If $M$ is a compact Riemann surface, then $H^1(M,\mathbb R)\cong H^1(M,\mathcal O)$

I am wondering why we have the isomorphism stated in the title. Concretely, we have the following exact sequences of sheaves: $$0\rightarrow\mathbb R\rightarrow\mathcal O\rightarrow\mathcal O/\mathbb R\rightarrow 0$$ Where $$\mathbb R$$ denotes the constant sheaf over $$M$$ and the first map is the canonical inclusion. If we pass to the long exact sequence in cohomology, we have that $$\dots\rightarrow H^0(M,\mathcal O/\mathbb R)\rightarrow H^1(M,\mathbb R)\rightarrow H^1(M,\mathcal O)\rightarrow H^1(M,\mathcal O/\mathbb R)\rightarrow\dots$$ is exact, but somehow, the groups at the extremes should be trivial whenever $$M$$ is a compact Riemann surface.

I know this has to do with Hodge theory over compact Kähler manifolds, but although I have been searching for a reference of this fact, I haven't found it.

How can we deduce this result from Hodge theory?

• Is there a mistake in the title? Who’s $X$?
– Plop
Commented Feb 6, 2022 at 0:46

This is not a very natural isomorphism, I guess. I'm not sure where you found this. One is a real vector space and the other is a complex vector space, so in what sense are these isomorphic? I will give the argument to deduce that the two have the same dimension as real vector spaces. I will use the Dolbeault isomorphism $$H^{p,q}(M) \cong H^q(M,\Omega^p)$$.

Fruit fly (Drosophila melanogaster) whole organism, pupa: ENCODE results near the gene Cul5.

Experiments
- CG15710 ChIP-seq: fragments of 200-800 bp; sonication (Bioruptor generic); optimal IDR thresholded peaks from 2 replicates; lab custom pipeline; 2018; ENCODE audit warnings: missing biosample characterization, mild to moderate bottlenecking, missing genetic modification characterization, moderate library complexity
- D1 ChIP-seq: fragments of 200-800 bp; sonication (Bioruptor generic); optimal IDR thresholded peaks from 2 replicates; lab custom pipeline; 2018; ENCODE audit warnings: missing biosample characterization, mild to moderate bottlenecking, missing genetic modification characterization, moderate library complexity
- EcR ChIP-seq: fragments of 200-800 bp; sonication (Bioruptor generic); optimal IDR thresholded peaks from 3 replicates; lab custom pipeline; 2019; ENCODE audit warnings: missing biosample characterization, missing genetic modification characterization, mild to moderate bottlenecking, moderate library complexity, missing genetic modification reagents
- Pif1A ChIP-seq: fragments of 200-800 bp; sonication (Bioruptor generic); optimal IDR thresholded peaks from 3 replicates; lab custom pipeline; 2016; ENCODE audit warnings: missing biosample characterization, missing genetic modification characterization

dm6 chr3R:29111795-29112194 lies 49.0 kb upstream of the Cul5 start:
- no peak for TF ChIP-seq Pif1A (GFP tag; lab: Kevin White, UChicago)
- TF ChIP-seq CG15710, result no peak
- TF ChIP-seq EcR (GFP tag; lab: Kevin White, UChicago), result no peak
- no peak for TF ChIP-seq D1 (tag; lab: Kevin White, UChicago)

If the genus of $$M$$ is $$g$$, then $$\dim_{\Bbb R} H^1(M,\Bbb R) = 2g$$ and $$g=\dim_{\Bbb C} H^0(M,\Omega^1) = \dim_{\Bbb C} H^{1,0}(M)$$. On the other hand, it follows from harmonic theory (taking complex conjugates of harmonic representatives) that $$H^1(M,\mathscr O) \cong H^{0,1}(M) \cong \overline{H^{1,0}(M)}$$, and so $$\dim_{\Bbb C} H^1(M,\mathscr O) = g$$, as well.
You can deduce the statement slightly more indirectly from the Hodge decomposition: $$H^1(M,\Bbb C) \cong H^{1,0}(M)\oplus M^{0,1}(M)$$. Then $$H^1(M,\Bbb R)\otimes\Bbb C \cong H^1(M,\mathscr O)\oplus \overline{H^1(M,\mathscr O)}.$$ The claim on dimensions follows immediately from this.
• It's worth noting that this result (the two real vector spaces have the same dimension) is true on compact Kähler manifolds, but it is no longer true in the non-Kähler case. For example, on a Hopf surface $X$, we have $\dim_{\mathbb{R}}H^1(X; \mathbb{R}) = 1$ and $\dim_{\mathbb{R}}H^1(X, \mathcal{O}) = 2$. Commented Feb 1, 2022 at 20:59
The first three terms of the long exact sequence already form the short exact sequence $$0 \rightarrow \mathbb{R} \rightarrow \mathbb{C} \rightarrow \mathbb{C}/\mathbb{R} \rightarrow 0$$, since the global holomorphic functions on a compact complex manifold are constant. Therefore, the map $$H^0(M,\mathcal{O}/\mathbb{R}) \rightarrow H^1(M,\mathbb{R})$$ factors by $$0$$ and thus the map $$H^1(M,\mathbb{R}) \rightarrow H^1(M,\mathcal{O})$$ is injective. Hodge decomposition and Serre duality imply that both are vector spaces of the same dimension, therefore the map is an isomorphism.